One way to fill out your NCAA Tournament bracket is to take the Selection Committee’s standings at face value and make upset picks based on favorable matches. But it’s also important to consider the most vulnerable teams at the start of March Madness.
While all men’s college basketball teams are aiming to peak in March, some aren’t so lucky, whether it’s due to injuries or disrupted team chemistry that was once thriving. Don’t forget that the committee also distributes seeds based on the December and January games. Teams that were great at the time might have struggled later in the season.
Here are six teams you don’t want to pick in your NCAA tournament roster based on their downward trajectory:
The Buckeyes (19-11) have lost three of their last four to close out the regular season, including home games against teams they shouldn’t have lost to — Nebraska and bubble team Michigan. Then they exited the Big Ten tournament early with an upset loss to Penn State. Even though EJ Liddell is having an All-America-caliber season, Ohio State sometimes becomes too dependent on its star. In the Nebraska game, Liddell had 27 points and the Buckeyes still lost. They struggle to take care of the ball – ranking 236th nationally in turnover margin.
The Gaels (25-7) may be one of the most disappointing teams in the tournament because they have a great profile, but that’s largely a result of playing so well on their home turf – where they are remained undefeated and knocked out Gonzaga on February 2. 26. Coach Randy Bennett’s team has strong defensive stats, but the offense is where we could see Saint Mary’s run into trouble and fall into lulls against a controlling high-octane opponent. the weather.
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The Cougars (28-5) are another decent team with a deceptive profile. Houston was the best American Athletic team in terms of records, but lost to SMU and Memphis and failed to beat high-quality teams throughout the season – with just one win in Quadrant 1 on their tournament profile. Coach Kelvin Sampson’s side have a NET score of 5, but that has more to do with smart planning than beating top-tier opponents. At his seeding line, Houston is subject to an upset against a surging mid-major.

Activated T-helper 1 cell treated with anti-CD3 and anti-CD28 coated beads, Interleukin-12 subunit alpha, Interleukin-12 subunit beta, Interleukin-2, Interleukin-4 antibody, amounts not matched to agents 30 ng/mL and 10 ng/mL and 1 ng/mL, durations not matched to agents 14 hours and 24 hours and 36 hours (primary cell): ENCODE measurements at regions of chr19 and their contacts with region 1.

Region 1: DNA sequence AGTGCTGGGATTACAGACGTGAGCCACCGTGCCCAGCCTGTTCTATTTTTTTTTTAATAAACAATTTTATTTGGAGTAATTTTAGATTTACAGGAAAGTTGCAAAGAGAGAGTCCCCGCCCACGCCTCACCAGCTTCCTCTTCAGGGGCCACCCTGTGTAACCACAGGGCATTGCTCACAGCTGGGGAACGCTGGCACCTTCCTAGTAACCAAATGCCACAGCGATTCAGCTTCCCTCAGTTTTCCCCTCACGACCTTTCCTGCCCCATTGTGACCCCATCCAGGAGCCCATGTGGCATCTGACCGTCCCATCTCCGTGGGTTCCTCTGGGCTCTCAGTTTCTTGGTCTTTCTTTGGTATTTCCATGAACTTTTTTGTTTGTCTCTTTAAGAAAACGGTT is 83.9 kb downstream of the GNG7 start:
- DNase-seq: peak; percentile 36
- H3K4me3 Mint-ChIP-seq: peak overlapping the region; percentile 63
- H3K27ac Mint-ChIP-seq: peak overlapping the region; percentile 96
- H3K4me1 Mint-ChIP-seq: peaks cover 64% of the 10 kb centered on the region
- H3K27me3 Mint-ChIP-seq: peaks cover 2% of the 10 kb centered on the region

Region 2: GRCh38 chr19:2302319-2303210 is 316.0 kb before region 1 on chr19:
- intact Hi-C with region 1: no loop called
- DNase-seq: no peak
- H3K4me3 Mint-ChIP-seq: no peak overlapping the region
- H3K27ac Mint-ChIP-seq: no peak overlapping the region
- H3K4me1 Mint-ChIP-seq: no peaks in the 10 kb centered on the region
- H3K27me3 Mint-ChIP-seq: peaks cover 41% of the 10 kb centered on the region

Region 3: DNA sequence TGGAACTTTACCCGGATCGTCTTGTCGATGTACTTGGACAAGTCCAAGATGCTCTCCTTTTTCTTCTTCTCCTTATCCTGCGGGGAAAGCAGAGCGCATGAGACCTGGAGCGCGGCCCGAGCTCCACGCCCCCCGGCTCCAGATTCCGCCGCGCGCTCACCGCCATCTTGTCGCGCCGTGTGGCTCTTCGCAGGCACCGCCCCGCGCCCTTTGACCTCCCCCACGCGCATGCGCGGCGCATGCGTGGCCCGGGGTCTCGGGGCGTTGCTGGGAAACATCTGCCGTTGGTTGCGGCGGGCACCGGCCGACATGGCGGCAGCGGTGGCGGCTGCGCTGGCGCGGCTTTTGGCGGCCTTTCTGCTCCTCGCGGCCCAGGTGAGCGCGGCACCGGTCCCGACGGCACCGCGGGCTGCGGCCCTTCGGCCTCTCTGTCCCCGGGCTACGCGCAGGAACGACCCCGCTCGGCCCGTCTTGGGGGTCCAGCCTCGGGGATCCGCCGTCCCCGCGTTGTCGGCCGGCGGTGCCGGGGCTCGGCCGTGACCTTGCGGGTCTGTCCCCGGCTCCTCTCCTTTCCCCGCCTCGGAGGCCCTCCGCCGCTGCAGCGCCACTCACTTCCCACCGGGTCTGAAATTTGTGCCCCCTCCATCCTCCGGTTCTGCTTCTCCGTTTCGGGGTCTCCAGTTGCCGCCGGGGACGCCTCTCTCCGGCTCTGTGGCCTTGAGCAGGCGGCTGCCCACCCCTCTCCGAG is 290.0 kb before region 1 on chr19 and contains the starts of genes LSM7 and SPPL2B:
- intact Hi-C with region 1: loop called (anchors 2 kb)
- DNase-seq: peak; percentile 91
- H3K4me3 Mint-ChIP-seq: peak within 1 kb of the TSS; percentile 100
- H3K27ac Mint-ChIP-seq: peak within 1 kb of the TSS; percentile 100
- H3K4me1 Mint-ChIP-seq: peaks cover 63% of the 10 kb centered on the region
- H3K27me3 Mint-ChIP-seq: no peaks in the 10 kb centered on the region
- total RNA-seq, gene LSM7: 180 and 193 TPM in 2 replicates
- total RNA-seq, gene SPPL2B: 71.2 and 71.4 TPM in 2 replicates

The Cyclones (20-12) played off the bubble by winning four straight games in late February, but this team is making little progress and has been inconsistent throughout 2021-22, as evidenced by a five-game losing streak in January . It’s fair to say that Iowa State peaked early — starting the season 12-0 — but came down to earth with a lackluster showing in the Big 12 (7-11 in the league this year). Factor in the fact that the Cyclones lost by 31 to Texas Tech in the Big 12 tournament. Coach TJ Otzelberger has an offense that ranks 269th in the nation and struggles to shoot well from three – which means a team shooting hard could overtake them.
The Longhorns (21-11) have lost their last three games and allowed two of them to No. 1 seeds Kansas and Baylor, but it just hasn’t been the game-changing campaign envisioned when the coach Chris Beard took over and signed an elite host. transfers. Texas performed well in the nation’s top statistical conference, the Big 12, but showed signs of struggle throughout 2021-22, including a one-point loss to league doormat Kansas. State (Jan. 18) and most recently an early exit loss to TCU in the Big 12 tournament.
state of michigan
The Spartans (22-11) struggled with injuries and lost seven of their last 10 games to close out the regular season before going on a strong streak in the Big Ten tournament. Coach Tom Izzo is still preparing his teams for the tournament, but Michigan State has shown signs of vulnerability. There are no outstanding scorers on this team either, with only Gabe Brown (11.5 ppg) averaging in double digits.
Follow college basketball reporter Scott Gleeson on Twitter @ScottMGleeson.
This article originally appeared on USA TODAY: College Basketball: Overrated Men’s Teams Head to NCAA Tournament